S: Let me ask you one more area of focus and that would be email. This is something that people tend to not let go off very easily, as you mentioned earlier in the episode. Now, I have delegated all of my email to my team. I believe in having no single point of failure, so I have multiple people who I’ve entrusted with access to my inbox. They are the ones who are in charge of keeping me at Inbox Zero. I have an action folder, a read review folder, a waiting for folder, and then the archives. My job is to stay out of the inbox and focus on what’s in action, because those or my actions to take. They handle whatever they can, scheduling, or clarifying things for clients and prospects that they can do. But then the action folder is where I live inside my email. The read review folder is just more of FYI stuff. The waiting folder are the open loops. This is GTD philosophy, but my team does that. When I tell people that, “Yeah, this is my email account. Everything goes into my email account personal stuff.” They’re like, “Wow, could you entrust somebody with the keys to the kingdom like that?” Tell me your thoughts about all of those?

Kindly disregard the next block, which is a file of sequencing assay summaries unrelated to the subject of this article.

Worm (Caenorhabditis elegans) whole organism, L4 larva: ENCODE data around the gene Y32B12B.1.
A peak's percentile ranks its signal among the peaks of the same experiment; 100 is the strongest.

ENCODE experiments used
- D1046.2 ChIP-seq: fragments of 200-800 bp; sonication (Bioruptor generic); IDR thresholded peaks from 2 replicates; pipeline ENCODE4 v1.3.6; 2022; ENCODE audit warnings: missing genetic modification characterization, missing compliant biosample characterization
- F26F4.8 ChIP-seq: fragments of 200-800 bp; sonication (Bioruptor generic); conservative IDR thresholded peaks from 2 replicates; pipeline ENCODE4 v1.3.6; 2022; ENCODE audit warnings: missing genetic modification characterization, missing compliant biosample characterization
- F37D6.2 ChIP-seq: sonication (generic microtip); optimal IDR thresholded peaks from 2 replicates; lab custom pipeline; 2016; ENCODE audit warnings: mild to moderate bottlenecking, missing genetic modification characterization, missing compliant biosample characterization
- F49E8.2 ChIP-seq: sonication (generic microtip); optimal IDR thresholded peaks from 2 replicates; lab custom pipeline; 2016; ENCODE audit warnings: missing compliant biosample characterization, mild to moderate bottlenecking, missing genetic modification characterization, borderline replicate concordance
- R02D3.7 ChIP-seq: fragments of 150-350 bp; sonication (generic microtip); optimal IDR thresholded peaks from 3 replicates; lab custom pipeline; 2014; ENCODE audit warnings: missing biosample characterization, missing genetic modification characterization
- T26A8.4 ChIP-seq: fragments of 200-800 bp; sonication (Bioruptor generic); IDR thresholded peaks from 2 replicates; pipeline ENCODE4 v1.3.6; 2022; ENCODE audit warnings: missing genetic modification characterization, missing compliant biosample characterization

T: Amen. That is my thoughts. Thank you for doing that. Because I think there’s many of us in this entrepreneurial space that can lead by example, and literally handing over those keys. The more people will get over their fear of it. I use a thing and this is interesting and I actually need to update one of our opt ins because I didn’t find this one until after but, I use a tool called Inbox When Ready. Even though I have my folders that’s labeled Trivinia’s review and I have a link to it my bookmarks toolbar, I will sometimes still go in to the inbox and see who’s emailing us. Even if I don’t reply to them, but I still see it. Being such a responsible person that I am, I’ll see them like, “They emailed two hours ago, maybe I should email them back?” Then I can get stuff then to email. We have a plug in that is called Inbox When Ready. If I go to my inbox, I literally have to click a button that says, “Show Inbox.” It’s just enough of a pause for me to go, “Stop it, Trivinia. That is not your job, stop it.” Then I halt back out and I go to my Trivinia Review Folder and I deal with the things that I have to handle. That’s been really, really beneficial for us. I have more folders than the GTD method. We’ve broken ours down into categories. There are things that, yes, you can just archive them. For most people, that works perfectly well. I am just anal about it. I have an administrative folder, a finance folder, an affiliate folder, a client, and a VA folder. I just like things to be categorized because I’m a nerd like that. That works for us, it works for us really, really well. My inbox is, at least the majority of the day, at inbox, zero. Kim is always on it very fast I’m like, “Jeez girl, do you even let that sit in there for 10 minutes?” That works really well for us. If you’re afraid to hand over your inbox, you can do something like, if you still want access to it, or you want to see what people are saying and stuff like that. You can use a tool like Intercom and you can give everyone Intercom email addresses. All your email will forward into Intercom and then anyone who is on your team that has access to that can answer. That’s really empowering a group of people to do that. We’ve done that with our info@PriorityVA inbox, so anyone can answer those. But my Trivinia@PriorityVA, Kim and I are the only ones that have access to that. You have to do it at your comfort level but, start doing something.